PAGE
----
Prairie Pursuits workshops to teach pottery, knifemaking

Prairie Pursuits classes allow adults and teens to learn various trades, including pottery. 

By Ephraim Rudolph
This Saturday, Conner Prairie will present two Prairie Pursuits workshops geared towards teaching adults and teenagers different trade skills: Fun at the Potter’s Wheel and Primitive Knifemaking.

Scheduled to run from 9:30 a.m. to noon., Fun at the Potter’s Wheel is an introductory pottery class taught by Larry Gilliam, Conner Prairie’s senior historic trades interpreter.

“It’s an introduction to the potter’s wheel, maybe for someone who’s always wanted to try it but never did,” Gilliam said of the class.

Primitive Knifemaking classes show participants how to make their own hand-forged knife. 

All of the pottery created by participants will be wheel-thrown, so at the beginning, Gilliam said they’ll learn to center, open and pull cylinders.

That’s the basis of everything, regardless of what you’re making,” Gilliam said. “You can’t make a pot until you learn how to center the clay, because otherwise the clay is just wobbling around.”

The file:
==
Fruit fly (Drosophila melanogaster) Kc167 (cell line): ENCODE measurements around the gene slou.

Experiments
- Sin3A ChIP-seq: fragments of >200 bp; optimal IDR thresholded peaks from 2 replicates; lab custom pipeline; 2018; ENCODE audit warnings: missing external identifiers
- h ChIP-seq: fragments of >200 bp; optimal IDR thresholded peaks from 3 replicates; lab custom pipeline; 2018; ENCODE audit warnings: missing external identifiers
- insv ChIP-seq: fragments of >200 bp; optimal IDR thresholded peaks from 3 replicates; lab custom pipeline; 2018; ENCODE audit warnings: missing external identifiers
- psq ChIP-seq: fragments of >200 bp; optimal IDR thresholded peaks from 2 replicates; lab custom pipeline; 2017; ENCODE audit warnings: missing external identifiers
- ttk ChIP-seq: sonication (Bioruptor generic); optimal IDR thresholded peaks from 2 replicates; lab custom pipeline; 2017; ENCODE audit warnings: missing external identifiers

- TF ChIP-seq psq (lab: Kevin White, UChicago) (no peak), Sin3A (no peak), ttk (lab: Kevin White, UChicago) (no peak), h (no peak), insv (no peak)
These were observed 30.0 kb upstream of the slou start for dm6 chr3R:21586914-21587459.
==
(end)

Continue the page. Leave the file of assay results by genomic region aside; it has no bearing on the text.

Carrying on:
Once participants master how to center clay, they’ll be able to create many pots of their own.

“The least I’ve ever had someone end up with at the end of the class is around three pots. Everybody ends up with some finished work, whether they’ve got three pots or seven pots,” Gilliam said with a laugh.

If Fun at the Potter’s Wheel sparks an interest in further pottery-making opportunities, Gilliam said people then often sign up for the more advanced six-week class, Basic Pottery, which runs January-February and February-March.

Another Prairie Pursuits Class, Primitive Knifemaking, will show participants how to forge their own one-piece knife. Nathan Allen, the class facilitator and Conner Prairie historic trades manager, said participants will get to start with some basic lessons in tool use and learn how to use a pull forge before setting to work building their knives.

“We use reclaimed steel (for the knife blades),” Allen said. “It’s actually coil springs out of old cars. It’s really good-quality steel.”

The coils are flattened out by Allen and his team, who heat them up and hammer them into a flat steel bar so that class participants can forge them into knife blades.

Conner Prairie provides blocks of wood for participants to shape into knife handles, but Allen said, “If someone brings along a bit of deer antler or bone, we let them put that on instead.”

The level of knife customization in Primitive Knifemaking is itself relatively primitive.

“Peoples’ blades won’t look the same but the basic pattern is something that I will set,” Allen said.

Participants seeking a more advanced and creative knife-customization class may be interested in Making the Hand-Forged Knife, a six-week Prairie Pursuits knifemaking class offered in February.